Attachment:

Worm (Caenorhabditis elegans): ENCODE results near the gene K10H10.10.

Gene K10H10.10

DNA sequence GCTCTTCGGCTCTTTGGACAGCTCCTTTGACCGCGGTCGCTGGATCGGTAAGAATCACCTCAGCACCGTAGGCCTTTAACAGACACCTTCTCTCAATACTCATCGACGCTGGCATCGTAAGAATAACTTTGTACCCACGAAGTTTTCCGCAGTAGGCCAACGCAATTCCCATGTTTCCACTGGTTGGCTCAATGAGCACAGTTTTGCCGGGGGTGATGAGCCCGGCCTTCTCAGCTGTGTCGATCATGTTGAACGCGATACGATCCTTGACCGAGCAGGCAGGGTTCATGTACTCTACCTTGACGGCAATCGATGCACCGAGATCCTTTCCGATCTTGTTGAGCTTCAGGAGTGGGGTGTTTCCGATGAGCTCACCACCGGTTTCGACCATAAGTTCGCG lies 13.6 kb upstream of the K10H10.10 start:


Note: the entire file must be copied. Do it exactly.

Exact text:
Worm (Caenorhabditis elegans): ENCODE results near the gene K10H10.10.

Gene K10H10.10

DNA sequence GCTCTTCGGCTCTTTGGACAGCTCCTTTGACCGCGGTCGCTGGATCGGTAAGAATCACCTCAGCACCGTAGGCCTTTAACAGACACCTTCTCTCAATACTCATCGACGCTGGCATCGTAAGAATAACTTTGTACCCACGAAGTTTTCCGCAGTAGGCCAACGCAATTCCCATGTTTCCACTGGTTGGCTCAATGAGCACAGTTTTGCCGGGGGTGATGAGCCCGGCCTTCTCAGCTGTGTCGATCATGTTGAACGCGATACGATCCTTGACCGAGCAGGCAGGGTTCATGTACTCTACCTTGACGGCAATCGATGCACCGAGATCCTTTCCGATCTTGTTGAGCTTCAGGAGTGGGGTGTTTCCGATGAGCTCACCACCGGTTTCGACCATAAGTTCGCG lies 13.6 kb upstream of the K10H10.10 start: